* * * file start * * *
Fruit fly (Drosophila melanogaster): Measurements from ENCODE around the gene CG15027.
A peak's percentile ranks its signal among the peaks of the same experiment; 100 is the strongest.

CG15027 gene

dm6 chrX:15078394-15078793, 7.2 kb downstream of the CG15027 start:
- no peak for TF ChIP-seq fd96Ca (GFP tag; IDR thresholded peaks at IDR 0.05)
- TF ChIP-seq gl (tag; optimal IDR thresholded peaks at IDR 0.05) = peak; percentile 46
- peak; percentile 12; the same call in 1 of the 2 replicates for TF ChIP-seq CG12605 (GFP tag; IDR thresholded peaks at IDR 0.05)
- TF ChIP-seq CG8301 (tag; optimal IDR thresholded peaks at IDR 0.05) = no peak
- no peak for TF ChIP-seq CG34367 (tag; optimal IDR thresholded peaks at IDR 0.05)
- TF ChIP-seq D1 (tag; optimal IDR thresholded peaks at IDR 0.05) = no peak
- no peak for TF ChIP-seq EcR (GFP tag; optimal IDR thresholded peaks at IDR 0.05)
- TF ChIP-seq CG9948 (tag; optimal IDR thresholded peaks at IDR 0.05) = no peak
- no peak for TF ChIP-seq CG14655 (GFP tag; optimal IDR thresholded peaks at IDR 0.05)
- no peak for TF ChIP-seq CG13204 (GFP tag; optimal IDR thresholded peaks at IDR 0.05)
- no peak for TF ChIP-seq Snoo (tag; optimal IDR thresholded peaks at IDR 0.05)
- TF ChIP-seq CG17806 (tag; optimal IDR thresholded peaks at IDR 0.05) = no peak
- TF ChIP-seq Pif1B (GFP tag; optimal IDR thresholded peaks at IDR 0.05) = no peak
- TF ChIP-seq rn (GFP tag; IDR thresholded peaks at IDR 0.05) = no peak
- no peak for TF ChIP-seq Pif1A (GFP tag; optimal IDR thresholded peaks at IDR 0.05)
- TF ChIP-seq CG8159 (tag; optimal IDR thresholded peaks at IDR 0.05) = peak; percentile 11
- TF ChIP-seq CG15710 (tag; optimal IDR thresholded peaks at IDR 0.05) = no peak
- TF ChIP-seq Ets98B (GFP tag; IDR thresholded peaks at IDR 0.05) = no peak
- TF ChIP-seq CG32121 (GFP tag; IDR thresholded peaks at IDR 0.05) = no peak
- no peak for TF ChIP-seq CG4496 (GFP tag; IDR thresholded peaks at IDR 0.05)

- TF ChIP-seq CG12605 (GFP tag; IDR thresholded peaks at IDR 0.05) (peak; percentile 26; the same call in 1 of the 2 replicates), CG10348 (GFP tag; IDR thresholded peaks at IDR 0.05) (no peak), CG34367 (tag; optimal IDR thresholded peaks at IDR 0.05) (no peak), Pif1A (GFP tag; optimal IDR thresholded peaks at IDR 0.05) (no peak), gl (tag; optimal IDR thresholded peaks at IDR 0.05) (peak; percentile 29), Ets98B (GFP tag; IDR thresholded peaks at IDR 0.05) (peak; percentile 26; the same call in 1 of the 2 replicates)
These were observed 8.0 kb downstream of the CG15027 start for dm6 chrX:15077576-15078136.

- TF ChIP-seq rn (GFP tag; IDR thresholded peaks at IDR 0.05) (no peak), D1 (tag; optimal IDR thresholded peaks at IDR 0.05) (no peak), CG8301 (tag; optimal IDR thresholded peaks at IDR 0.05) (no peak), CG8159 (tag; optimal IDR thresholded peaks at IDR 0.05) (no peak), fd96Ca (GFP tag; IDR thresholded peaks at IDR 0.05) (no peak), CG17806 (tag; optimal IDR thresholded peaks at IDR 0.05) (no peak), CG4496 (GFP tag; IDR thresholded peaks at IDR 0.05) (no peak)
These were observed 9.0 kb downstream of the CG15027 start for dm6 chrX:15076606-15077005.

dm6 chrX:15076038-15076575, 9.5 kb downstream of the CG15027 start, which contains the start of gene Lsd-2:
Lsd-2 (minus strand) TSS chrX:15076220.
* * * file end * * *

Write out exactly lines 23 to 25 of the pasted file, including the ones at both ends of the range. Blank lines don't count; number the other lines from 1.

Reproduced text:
- TF ChIP-seq CG32121 (GFP tag; IDR thresholded peaks at IDR 0.05) = no peak
- no peak for TF ChIP-seq CG4496 (GFP tag; IDR thresholded peaks at IDR 0.05)

- TF ChIP-seq CG12605 (GFP tag; IDR thresholded peaks at IDR 0.05) (peak; percentile 26; the same call in 1 of the 2 replicates), CG10348 (GFP tag; IDR thresholded peaks at IDR 0.05) (no peak), CG34367 (tag; optimal IDR thresholded peaks at IDR 0.05) (no peak), Pif1A (GFP tag; optimal IDR thresholded peaks at IDR 0.05) (no peak), gl (tag; optimal IDR thresholded peaks at IDR 0.05) (peak; percentile 29), Ets98B (GFP tag; IDR thresholded peaks at IDR 0.05) (peak; percentile 26; the same call in 1 of the 2 replicates)